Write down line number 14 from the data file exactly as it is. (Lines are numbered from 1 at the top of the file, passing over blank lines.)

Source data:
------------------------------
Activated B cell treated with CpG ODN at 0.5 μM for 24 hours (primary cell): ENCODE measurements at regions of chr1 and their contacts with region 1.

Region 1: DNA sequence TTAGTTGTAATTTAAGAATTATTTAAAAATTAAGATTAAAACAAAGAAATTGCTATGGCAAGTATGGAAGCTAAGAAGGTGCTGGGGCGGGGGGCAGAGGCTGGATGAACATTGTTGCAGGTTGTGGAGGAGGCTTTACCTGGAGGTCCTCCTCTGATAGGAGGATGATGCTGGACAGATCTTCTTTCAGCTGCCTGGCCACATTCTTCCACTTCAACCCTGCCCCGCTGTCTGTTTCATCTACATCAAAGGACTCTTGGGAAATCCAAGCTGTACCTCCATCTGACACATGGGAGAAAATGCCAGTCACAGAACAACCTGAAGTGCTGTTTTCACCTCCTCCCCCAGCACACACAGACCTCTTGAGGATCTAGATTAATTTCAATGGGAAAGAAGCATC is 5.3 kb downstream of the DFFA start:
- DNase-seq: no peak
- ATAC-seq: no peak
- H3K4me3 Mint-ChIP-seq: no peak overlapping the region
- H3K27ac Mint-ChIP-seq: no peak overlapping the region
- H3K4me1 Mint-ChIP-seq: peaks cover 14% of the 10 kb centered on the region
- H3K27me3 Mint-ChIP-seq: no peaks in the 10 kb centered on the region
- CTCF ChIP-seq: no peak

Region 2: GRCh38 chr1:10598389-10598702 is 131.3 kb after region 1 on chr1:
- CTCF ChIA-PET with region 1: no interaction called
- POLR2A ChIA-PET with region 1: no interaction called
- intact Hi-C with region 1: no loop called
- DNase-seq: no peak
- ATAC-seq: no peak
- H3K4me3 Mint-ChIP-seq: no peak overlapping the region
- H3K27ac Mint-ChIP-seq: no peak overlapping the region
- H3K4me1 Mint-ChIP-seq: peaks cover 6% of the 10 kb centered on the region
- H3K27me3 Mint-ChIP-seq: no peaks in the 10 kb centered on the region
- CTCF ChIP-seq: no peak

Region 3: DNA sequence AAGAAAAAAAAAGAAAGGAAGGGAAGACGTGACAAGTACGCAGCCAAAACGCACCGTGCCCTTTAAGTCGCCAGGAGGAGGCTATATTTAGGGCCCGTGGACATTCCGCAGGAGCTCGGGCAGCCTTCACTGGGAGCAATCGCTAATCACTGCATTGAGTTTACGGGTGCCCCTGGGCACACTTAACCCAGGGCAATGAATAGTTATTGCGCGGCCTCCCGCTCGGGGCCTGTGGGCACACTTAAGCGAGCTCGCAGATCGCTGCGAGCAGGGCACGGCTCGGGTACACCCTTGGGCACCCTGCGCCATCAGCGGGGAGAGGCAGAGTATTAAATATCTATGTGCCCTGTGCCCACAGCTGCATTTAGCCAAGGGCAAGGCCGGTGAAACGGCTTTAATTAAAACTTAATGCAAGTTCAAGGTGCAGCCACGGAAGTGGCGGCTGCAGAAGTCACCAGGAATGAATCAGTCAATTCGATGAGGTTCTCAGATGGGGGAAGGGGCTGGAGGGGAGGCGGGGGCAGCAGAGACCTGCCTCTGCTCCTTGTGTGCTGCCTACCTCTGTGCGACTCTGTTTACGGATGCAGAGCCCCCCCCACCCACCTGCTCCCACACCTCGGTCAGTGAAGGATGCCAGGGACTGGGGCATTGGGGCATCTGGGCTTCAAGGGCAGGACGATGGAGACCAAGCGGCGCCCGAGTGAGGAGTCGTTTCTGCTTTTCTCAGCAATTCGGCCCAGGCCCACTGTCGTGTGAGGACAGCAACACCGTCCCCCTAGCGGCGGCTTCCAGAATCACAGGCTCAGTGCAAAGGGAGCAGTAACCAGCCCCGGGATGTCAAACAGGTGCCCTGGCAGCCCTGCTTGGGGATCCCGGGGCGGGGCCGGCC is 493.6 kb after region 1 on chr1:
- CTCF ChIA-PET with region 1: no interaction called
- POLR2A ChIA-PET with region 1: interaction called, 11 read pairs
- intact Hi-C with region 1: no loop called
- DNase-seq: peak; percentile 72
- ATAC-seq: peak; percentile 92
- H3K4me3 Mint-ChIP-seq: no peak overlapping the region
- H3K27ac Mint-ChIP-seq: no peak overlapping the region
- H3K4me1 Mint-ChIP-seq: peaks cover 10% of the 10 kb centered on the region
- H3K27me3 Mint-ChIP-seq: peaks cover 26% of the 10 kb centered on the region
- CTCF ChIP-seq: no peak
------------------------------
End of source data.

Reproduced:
- DNase-seq: no peak